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Chronic daily headache in adolescents: an 8-year follow-up study.
Neurology. 2009 Aug 11; 73(6):416-22.Neur

Abstract

OBJECTIVE

To assess the long-term outcome of a community-based adolescent cohort with chronic daily headache (CDH).

METHODS

A field sample of 122 adolescents aged 12-14 years with CDH was established in 2000 (baseline) with short-term follow-up studies in 2001 and 2002. In 2008, the cohort was re-interviewed by physicians via telephone to determine the headache profile for the past year, including Migraine Disability Assessment (MIDAS), a headache disability questionnaire. Presence of CDH was defined as >or=15 headache days/month, average >or=4 hours/day for >3 months. Outcome measures included headache frequency, MIDAS score, and presence of CDH in 2008.

RESULTS

A total of 103 subjects (26 male/77 female, mean age 21.6 +/- 0.9 years) completed the study (response rate 84.4%). The average monthly headache frequency was 4.7 +/- 6.0 (0-30) days. Twenty-eight (27.2%) subjects had moderate or severe headache disability (MIDAS >or=11). Twelve (12%) subjects met CDH criteria, with chronic migraine (n = 10, 83%) as the most common subtype. Two (2%) subjects overused medications. From 2000 to 2008, the frequencies of migraine diagnoses were fairly consistent in this cohort. Presence of migraine at baseline predicted poorer outcome of all 3 measures. Additionally, CDH onset <13 years old, duration >or=2 years, and medication overuse predicted either higher headache frequencies or presence of CDH in 2008.

CONCLUSIONS

This long-term follow-up study revealed a marked decline in the frequency of chronic daily headache (CDH). However, one fourth of patients still had significant headache disability. Migraine history was a major factor in evolution of CDH into young adulthood. Early onset and longer duration of CDH implied a protracted disease course.

Authors+Show Affiliations

Department of Neurology, National Yang-Ming University School of Medicine, Taipei, Taiwan. sjwang@vghtpe.gov.twNo affiliation info availableNo affiliation info available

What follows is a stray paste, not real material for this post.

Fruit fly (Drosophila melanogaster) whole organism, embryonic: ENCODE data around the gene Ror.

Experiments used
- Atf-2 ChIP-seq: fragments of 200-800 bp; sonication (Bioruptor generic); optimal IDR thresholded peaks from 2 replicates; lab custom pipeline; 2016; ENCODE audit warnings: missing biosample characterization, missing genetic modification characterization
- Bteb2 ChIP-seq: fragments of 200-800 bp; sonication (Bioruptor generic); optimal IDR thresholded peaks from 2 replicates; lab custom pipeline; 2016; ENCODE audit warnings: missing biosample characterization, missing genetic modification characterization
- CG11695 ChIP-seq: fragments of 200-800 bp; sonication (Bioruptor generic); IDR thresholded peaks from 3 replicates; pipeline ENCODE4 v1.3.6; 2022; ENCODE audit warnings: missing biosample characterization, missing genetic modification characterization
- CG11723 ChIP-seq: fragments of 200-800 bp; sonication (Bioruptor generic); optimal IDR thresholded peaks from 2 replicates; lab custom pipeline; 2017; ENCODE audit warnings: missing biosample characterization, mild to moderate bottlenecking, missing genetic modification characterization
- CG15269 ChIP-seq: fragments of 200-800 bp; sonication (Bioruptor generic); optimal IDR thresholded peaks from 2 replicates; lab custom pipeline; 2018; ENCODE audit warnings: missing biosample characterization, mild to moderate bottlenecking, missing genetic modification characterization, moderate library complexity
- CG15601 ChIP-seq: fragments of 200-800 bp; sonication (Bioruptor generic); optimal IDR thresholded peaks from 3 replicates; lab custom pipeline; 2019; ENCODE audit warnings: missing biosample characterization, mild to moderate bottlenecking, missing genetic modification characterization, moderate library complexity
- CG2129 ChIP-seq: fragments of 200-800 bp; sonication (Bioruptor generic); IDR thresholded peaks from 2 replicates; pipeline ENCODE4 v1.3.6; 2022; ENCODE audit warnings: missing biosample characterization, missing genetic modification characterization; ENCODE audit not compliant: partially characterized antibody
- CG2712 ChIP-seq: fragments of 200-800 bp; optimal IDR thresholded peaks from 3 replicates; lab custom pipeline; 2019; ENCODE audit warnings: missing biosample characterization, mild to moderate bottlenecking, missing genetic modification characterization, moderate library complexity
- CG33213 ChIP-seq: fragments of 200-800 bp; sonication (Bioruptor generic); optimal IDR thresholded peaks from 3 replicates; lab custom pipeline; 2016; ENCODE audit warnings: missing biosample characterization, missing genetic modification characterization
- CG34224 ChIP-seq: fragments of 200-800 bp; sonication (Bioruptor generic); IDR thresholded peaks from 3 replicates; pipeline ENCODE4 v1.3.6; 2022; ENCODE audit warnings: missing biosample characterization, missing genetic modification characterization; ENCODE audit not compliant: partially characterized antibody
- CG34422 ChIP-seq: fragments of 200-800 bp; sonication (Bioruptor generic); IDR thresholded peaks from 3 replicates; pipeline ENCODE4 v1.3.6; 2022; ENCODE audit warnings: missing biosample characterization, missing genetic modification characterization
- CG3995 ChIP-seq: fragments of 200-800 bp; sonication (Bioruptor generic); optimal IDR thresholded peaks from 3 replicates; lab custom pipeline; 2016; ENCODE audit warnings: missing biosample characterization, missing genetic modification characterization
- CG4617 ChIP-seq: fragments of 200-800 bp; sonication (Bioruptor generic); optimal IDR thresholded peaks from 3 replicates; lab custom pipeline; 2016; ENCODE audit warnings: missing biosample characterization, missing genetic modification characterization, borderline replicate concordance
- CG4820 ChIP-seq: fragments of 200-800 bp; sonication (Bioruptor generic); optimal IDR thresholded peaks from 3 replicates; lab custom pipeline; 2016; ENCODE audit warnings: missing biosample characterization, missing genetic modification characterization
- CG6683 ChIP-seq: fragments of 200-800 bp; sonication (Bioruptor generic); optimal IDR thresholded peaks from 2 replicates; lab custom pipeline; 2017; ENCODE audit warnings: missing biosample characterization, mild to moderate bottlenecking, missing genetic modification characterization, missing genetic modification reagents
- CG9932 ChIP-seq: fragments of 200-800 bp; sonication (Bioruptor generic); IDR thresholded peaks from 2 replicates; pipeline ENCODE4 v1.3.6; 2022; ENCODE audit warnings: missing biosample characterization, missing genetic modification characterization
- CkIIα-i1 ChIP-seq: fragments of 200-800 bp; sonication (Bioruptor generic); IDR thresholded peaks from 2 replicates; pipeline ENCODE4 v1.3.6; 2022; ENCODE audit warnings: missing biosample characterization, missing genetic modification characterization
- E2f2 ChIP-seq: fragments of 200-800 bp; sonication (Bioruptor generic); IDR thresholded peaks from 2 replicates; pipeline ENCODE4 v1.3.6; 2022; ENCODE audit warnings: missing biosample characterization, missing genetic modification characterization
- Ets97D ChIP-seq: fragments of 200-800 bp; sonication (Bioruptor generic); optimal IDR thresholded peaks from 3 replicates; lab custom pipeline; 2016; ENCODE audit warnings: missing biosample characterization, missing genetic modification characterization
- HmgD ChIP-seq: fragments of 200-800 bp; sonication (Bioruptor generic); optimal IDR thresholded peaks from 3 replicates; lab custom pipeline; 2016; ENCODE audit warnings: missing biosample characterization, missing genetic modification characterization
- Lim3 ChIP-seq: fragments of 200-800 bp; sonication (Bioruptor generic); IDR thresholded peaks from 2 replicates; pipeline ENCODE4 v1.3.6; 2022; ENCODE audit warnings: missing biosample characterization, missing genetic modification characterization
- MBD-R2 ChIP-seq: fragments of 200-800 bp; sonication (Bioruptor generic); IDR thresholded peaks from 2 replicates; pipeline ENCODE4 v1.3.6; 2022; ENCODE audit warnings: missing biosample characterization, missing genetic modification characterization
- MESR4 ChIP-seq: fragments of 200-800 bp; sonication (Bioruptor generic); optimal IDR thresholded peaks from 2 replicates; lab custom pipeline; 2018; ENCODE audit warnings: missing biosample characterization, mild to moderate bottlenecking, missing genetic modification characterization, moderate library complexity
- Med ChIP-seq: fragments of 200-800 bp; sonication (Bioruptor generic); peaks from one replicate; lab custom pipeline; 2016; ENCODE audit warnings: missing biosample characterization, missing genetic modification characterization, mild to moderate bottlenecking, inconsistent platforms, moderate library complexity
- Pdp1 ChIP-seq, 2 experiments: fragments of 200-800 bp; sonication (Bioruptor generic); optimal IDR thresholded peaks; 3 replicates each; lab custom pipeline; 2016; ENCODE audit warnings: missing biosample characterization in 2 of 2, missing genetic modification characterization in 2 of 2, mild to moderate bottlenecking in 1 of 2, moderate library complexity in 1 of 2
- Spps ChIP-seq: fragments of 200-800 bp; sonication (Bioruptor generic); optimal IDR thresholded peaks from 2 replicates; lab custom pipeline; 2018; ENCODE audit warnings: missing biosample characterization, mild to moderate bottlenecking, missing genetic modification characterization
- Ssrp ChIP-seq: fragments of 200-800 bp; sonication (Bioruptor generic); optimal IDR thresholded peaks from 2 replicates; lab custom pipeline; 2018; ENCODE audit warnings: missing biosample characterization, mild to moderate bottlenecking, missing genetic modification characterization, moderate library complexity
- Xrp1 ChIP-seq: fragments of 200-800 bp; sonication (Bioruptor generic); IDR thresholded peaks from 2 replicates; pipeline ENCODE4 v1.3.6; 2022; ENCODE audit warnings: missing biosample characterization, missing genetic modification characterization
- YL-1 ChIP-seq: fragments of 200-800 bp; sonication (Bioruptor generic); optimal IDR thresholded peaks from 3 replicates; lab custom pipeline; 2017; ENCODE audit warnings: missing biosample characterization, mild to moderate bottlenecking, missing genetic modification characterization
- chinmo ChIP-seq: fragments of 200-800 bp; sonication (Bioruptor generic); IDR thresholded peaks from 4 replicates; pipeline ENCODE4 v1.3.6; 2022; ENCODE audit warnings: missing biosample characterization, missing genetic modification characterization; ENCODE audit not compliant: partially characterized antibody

Pub Type(s)

Comparative Study
Journal Article
Research Support, Non-U.S. Gov't

Language

eng

PubMed ID

19605771

Citation

Wang, Shuu-Jiun, et al. "Chronic Daily Headache in Adolescents: an 8-year Follow-up Study." Neurology, vol. 73, no. 6, 2009, pp. 416-22.
Wang SJ, Fuh JL, Lu SR. Chronic daily headache in adolescents: an 8-year follow-up study. Neurology. 2009;73(6):416-22.
Wang, S. J., Fuh, J. L., & Lu, S. R. (2009). Chronic daily headache in adolescents: an 8-year follow-up study. Neurology, 73(6), 416-22. https://doi.org/10.1212/WNL.0b013e3181ae2377
Wang SJ, Fuh JL, Lu SR. Chronic Daily Headache in Adolescents: an 8-year Follow-up Study. Neurology. 2009 Aug 11;73(6):416-22. PubMed PMID: 19605771.
* Article titles in AMA citation format should be in sentence-case
TY - JOUR T1 - Chronic daily headache in adolescents: an 8-year follow-up study. AU - Wang,Shuu-Jiun, AU - Fuh,Jong-Ling, AU - Lu,Shiang-Ru, Y1 - 2009/07/15/ PY - 2009/7/17/entrez PY - 2009/7/17/pubmed PY - 2009/9/11/medline SP - 416 EP - 22 JF - Neurology JO - Neurology VL - 73 IS - 6 N2 - OBJECTIVE: To assess the long-term outcome of a community-based adolescent cohort with chronic daily headache (CDH). METHODS: A field sample of 122 adolescents aged 12-14 years with CDH was established in 2000 (baseline) with short-term follow-up studies in 2001 and 2002. In 2008, the cohort was re-interviewed by physicians via telephone to determine the headache profile for the past year, including Migraine Disability Assessment (MIDAS), a headache disability questionnaire. Presence of CDH was defined as >or=15 headache days/month, average >or=4 hours/day for >3 months. Outcome measures included headache frequency, MIDAS score, and presence of CDH in 2008. RESULTS: A total of 103 subjects (26 male/77 female, mean age 21.6 +/- 0.9 years) completed the study (response rate 84.4%). The average monthly headache frequency was 4.7 +/- 6.0 (0-30) days. Twenty-eight (27.2%) subjects had moderate or severe headache disability (MIDAS >or=11). Twelve (12%) subjects met CDH criteria, with chronic migraine (n = 10, 83%) as the most common subtype. Two (2%) subjects overused medications. From 2000 to 2008, the frequencies of migraine diagnoses were fairly consistent in this cohort. Presence of migraine at baseline predicted poorer outcome of all 3 measures. Additionally, CDH onset <13 years old, duration >or=2 years, and medication overuse predicted either higher headache frequencies or presence of CDH in 2008. CONCLUSIONS: This long-term follow-up study revealed a marked decline in the frequency of chronic daily headache (CDH). However, one fourth of patients still had significant headache disability. Migraine history was a major factor in evolution of CDH into young adulthood. Early onset and longer duration of CDH implied a protracted disease course. SN - 1526-632X UR - https://www.unboundmedicine.com/medline/citation/19605771/Chronic_daily_headache_in_adolescents:_an_8_year_follow_up_study_ L2 - http://www.neurology.org/cgi/pmidlookup?view=long&amp;pmid=19605771 DB - PRIME DP - Unbound Medicine ER -